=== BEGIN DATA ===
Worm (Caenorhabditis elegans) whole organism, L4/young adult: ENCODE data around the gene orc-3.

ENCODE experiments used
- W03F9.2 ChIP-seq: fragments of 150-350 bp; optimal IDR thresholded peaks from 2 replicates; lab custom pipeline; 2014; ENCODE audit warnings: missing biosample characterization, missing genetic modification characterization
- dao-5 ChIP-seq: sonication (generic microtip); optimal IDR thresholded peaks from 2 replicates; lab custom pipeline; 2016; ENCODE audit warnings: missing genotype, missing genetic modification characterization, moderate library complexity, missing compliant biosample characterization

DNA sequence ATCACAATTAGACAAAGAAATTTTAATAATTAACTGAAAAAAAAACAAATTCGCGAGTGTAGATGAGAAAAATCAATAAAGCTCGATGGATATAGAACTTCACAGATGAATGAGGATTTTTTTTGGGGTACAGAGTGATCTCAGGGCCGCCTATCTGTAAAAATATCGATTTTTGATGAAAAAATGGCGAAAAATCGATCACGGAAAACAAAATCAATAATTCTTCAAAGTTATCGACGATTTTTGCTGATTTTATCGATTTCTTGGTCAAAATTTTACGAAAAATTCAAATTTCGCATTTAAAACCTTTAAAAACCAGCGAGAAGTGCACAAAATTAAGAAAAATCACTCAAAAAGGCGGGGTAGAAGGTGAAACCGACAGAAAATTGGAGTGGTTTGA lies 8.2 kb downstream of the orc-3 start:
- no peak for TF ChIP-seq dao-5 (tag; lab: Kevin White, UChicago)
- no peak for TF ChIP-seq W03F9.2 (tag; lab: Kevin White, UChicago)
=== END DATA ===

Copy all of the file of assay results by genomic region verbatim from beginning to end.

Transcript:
Worm (Caenorhabditis elegans) whole organism, L4/young adult: ENCODE data around the gene orc-3.

ENCODE experiments used
- W03F9.2 ChIP-seq: fragments of 150-350 bp; optimal IDR thresholded peaks from 2 replicates; lab custom pipeline; 2014; ENCODE audit warnings: missing biosample characterization, missing genetic modification characterization
- dao-5 ChIP-seq: sonication (generic microtip); optimal IDR thresholded peaks from 2 replicates; lab custom pipeline; 2016; ENCODE audit warnings: missing genotype, missing genetic modification characterization, moderate library complexity, missing compliant biosample characterization

DNA sequence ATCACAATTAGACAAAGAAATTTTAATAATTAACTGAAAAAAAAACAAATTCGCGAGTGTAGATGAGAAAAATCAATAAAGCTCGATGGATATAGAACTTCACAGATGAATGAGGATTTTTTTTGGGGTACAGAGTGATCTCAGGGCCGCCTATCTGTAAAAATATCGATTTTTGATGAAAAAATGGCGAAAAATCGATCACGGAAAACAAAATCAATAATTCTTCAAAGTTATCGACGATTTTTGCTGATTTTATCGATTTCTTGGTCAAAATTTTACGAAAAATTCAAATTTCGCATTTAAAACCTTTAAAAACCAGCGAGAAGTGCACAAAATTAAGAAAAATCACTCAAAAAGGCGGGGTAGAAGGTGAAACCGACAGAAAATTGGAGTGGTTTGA lies 8.2 kb downstream of the orc-3 start:
- no peak for TF ChIP-seq dao-5 (tag; lab: Kevin White, UChicago)
- no peak for TF ChIP-seq W03F9.2 (tag; lab: Kevin White, UChicago)